On these grounds alone, TPSM is worth pursuing in the event of changing MQ licensing, security, or support. Gartner recommends the model in large part because it helps companies pick and choose the points of infrastructure they keep instead of potentially upgrading themselves into more headaches.

With MQ, a middleware family that can intertwine quite deeply with fundamental aspects of day-to-day operations, the difference between an invested level of support and a merely costly one is apparent. Companies in the TPSM arena tend to preach a proactive, multi-layered approach to security and maintenance because that’s what creates the best, most secure outcomes. TPSM services also cost less than S&S or extended service contracts, outpacing OEM megavendors by up to 50% of their standard fees.

In most cases, keeping a long-serving MQ install running past its EOS date is a matter of having a failsafe in place – someone on-hand to respond to emergencies and answer questions that, while important, aren’t worth paying the significant dollars OEMs might charge for extended service. Other times, a small bit of software security advice the OEM wouldn’t think to offer might be all it takes to justify the change. The TPSM model does well with all types of software, but the comprehensive approach thrives with an overarching bit of middleware like MQ.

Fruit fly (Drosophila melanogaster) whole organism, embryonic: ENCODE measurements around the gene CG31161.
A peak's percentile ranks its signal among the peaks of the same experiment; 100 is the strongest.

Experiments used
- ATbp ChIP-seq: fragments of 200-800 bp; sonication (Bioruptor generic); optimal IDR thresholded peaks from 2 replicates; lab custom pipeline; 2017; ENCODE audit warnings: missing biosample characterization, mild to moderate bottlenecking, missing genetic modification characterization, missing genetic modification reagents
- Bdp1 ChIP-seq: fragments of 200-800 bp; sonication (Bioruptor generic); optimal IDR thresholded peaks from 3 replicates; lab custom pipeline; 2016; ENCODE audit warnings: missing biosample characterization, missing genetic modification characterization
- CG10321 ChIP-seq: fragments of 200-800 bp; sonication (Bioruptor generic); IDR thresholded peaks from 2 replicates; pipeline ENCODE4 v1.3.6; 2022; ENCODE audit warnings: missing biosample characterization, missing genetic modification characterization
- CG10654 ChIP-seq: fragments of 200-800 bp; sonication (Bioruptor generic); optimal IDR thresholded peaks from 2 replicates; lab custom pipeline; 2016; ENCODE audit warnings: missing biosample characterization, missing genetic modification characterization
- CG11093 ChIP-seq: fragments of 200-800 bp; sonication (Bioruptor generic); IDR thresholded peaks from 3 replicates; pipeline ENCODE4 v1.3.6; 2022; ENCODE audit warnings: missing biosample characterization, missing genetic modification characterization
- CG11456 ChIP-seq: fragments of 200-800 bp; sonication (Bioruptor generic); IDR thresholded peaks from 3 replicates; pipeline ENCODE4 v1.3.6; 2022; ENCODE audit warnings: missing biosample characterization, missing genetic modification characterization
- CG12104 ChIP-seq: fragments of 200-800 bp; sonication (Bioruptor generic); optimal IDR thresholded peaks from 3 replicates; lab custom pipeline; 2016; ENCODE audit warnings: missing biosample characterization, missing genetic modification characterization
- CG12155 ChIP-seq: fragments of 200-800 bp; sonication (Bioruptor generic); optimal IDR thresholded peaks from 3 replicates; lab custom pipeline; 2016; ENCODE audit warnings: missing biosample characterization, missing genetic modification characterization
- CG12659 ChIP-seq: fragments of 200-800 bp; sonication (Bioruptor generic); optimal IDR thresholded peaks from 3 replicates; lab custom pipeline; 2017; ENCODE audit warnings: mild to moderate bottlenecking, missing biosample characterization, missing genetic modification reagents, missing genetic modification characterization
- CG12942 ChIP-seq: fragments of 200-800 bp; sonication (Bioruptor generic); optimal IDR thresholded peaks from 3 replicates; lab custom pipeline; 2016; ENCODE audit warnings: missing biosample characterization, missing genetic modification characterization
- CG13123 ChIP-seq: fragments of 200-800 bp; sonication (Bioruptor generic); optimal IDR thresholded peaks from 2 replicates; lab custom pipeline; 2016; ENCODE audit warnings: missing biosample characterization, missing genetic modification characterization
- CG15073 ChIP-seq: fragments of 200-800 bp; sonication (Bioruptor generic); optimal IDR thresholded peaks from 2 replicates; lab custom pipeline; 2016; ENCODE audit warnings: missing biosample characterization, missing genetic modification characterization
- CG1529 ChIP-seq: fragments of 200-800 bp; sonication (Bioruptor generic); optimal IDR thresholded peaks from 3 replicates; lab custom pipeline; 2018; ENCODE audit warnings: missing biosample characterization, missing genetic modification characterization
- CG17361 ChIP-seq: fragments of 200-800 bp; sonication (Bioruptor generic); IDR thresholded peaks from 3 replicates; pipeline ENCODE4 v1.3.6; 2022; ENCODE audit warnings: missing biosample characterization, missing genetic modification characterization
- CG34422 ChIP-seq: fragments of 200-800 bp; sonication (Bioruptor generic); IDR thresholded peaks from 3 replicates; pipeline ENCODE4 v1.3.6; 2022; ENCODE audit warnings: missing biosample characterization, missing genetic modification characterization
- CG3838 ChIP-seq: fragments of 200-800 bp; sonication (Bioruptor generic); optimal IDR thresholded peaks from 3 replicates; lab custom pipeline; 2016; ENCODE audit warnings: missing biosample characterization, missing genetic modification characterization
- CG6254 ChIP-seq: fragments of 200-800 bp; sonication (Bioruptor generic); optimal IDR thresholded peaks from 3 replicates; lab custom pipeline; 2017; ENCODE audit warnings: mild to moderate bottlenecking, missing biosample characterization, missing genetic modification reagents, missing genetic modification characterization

Get a 30-minute consultation that could change your view of software and its role in your IBM® estate. Reach out today.


Gain insight into industry-only news, access to webinars, tips and tricks, blog posts, podcasts, and guides, surrounding topics like cybersecurity, reducing software support and maintenance costs and much more, all delivered to your inbox each month.